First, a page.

Several attempts have been made in recent years to develop a compromise approach to allow students the latitude to exceed the 120 semester hour cap without causing a significant cost burden to the lottery program. The Tn Promise legislation contains the statutory change that will allow a student the option to take advantage of 8 full semesters of HOPE eligibility (taking as many hours as they wish within that period) or to use the standard 120 semester hour cap. As proposed, students will retain their scholarship for eight semesters or 120 semester hours, whichever occurs last.

The inclusion of the revised terminating events addresses the needs of students whose academic pursuits go beyond the base 120 semester hours needed for the typical degree. Honor’s College students, ROTC cadets, students seeking two majors or an additional minor, and those students who simply want more from their college experience have historically been financially discouraged from their pursuits due to the early cutoff of lottery award opportunities. In an effort to better serve these students, the legislation provides an open-ended eight semesters of eligibility to students at the four-year institutions in order to accomplish their personal goals yet do so in such a way that also allows them and their parents to avoid the burden of an extra year’s worth of student loans and attendance costs.

The caveat to the open-ended eight semester provision is the need to offset the resulting increased costs to the lottery program. To do this, the Tennessee Promise legislation proposes significant funding changes to HOPE award amounts at two and four year institutions. For context, it is important to note that the HOPE Scholarship as well as the General Assembly Merit supplement and ASPIRE supplement (need-based) are funded solely by net proceeds from the lottery revenues. The pending Tennessee Promise grants will be funded primarily by interest revenues off of a trust account and any surplus net revenue after all other HOPE expenditures are made.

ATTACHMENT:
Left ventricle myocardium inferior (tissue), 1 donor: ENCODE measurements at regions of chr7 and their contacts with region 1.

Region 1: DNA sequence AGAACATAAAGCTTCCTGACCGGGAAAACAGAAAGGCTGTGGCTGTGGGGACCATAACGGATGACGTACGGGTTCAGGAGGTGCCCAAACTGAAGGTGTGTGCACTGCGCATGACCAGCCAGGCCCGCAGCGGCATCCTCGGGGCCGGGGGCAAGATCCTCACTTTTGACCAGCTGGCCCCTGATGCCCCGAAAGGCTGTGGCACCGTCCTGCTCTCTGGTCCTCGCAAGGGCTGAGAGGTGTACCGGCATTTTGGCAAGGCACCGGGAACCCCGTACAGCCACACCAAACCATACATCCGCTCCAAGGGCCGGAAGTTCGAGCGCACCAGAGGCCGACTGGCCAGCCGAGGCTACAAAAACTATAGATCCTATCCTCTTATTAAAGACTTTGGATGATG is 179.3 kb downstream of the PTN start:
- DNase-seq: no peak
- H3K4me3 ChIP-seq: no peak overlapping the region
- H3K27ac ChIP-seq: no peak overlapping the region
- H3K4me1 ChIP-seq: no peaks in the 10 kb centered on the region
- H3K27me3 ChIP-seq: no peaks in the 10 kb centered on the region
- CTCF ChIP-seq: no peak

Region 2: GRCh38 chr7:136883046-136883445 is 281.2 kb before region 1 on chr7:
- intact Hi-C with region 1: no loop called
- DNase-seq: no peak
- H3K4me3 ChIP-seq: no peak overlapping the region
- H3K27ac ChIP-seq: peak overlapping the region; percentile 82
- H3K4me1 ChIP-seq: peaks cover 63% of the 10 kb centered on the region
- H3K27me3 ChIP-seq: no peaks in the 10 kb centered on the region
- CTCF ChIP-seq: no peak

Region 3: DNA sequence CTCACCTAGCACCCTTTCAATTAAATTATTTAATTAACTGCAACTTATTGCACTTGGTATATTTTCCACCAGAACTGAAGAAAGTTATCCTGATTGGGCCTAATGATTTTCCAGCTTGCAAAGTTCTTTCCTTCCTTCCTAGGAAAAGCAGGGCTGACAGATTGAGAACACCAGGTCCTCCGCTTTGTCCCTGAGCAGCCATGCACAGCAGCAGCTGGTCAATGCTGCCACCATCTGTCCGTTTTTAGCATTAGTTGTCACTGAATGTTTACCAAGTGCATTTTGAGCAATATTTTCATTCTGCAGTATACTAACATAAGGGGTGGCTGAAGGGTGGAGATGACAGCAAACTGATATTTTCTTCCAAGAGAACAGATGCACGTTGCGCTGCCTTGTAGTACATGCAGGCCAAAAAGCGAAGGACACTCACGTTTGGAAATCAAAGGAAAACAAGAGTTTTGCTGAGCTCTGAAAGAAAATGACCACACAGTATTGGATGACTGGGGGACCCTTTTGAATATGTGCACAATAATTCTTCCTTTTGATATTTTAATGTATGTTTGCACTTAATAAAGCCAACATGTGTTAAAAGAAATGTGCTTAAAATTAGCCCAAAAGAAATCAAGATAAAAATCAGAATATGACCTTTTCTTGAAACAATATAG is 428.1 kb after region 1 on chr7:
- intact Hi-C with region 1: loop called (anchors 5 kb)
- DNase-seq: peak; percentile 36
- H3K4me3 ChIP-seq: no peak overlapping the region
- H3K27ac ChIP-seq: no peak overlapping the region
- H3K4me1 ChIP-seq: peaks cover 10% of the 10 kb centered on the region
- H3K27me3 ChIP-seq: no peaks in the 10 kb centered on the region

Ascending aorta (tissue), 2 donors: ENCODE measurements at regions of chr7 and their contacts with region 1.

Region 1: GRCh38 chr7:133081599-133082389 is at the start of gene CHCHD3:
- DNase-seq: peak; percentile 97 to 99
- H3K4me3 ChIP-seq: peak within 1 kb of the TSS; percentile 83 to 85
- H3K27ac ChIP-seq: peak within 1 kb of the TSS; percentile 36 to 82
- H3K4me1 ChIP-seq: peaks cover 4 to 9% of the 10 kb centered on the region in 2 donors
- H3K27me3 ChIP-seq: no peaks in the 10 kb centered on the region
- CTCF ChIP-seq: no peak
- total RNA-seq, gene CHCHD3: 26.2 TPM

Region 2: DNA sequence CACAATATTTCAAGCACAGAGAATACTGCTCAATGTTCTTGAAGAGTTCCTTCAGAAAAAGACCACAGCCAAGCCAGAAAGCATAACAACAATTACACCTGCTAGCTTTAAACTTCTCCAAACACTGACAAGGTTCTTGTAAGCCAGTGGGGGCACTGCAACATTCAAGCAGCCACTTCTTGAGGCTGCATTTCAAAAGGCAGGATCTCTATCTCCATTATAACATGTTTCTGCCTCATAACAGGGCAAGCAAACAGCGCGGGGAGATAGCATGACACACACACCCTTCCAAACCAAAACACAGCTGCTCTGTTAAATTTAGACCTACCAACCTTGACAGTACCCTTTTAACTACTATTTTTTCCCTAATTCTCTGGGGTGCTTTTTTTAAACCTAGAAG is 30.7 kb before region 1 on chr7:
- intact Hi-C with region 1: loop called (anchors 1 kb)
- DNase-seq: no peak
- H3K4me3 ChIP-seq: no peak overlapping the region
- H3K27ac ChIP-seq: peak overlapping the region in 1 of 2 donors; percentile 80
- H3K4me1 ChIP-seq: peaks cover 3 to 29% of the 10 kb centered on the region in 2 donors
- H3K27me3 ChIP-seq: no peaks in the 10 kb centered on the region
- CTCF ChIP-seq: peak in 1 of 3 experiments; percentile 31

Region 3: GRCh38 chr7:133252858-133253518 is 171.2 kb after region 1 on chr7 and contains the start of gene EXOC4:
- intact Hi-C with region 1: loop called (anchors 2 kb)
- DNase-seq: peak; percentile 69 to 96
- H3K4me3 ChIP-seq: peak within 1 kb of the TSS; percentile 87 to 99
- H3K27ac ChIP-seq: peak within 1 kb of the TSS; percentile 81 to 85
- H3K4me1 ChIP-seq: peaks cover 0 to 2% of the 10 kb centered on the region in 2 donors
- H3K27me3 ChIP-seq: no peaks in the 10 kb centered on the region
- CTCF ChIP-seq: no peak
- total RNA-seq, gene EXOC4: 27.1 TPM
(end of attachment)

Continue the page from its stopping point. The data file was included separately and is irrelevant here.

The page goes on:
In order to mitigate the cost of implementing the Tn Promise grants, the base HOPE award for community college students will be increased from $1,000 per semester to $1,500 per semester.  However, in order to offset the cost of implementing the 8-semester provision under the language of the original bill, freshmen and sophomores at the 4-year universities would have seen their per semester award decrease from $2,000 per semester to $1,500. Also per the original language in the bill, students who retained their HOPE award through to their junior and senior years would have seen their award for those years increased to $2,500. However, on further analysis of the potential financial impact to university students, it became apparent to the Administration and to legislators that modifications were needed.